When I first began a career in student affairs, my director was a good and fair person, always supporting a life in balance. Work late for a program? Take a few hours of personal time the next day. Spend a weekend away at a conference? Be sure to take a personal day to catch up on things at home. As a supervisor, I have attempted to mirror this courtesy, believing that people, and family and lives, are more important than a 60-hour workweek. There will always be work to done, reports to write, and programs to plan.
The theme of work-life balance remains a popular topic among colleagues as we seek an adequate distribution. Too many friends make 10-12 hour work days a habit while answering the duty phone each weekend. While we advise students to choose a few extracurricular activities on which to focus, we disregard this advice and drive ourselves to exhaustion.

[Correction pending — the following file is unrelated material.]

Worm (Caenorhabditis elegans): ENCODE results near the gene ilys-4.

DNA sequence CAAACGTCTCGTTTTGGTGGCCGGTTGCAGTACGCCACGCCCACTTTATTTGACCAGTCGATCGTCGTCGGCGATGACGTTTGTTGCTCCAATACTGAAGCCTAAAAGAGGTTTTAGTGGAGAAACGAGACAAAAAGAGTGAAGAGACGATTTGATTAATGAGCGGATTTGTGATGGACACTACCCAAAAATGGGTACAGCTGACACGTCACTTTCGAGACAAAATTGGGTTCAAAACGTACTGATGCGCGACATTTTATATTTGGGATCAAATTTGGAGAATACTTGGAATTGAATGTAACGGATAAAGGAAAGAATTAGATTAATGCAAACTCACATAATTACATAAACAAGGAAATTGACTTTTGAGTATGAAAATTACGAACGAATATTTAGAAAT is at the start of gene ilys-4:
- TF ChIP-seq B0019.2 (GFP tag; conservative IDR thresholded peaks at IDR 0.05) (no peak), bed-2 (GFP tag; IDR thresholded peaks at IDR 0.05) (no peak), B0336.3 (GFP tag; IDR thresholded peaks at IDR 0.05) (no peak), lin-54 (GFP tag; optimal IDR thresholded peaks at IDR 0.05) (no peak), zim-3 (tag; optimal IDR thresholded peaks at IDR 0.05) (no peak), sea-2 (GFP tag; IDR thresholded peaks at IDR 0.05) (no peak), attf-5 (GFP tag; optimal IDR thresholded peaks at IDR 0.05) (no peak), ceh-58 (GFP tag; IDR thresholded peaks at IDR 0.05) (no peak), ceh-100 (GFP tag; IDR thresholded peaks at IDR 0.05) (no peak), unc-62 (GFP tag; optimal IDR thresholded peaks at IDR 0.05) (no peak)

Clare Cady fired off a discussion on the topic, inviting us to shift our thinking.
What about a language shift. Sub "work life balance" for "fair work boundaries."
I am of the school that work-life balance does not exist. There is life. Part of life for many of us includes work, hopefully in a field where we are happy and satisfied. But life is not about work — it is about living.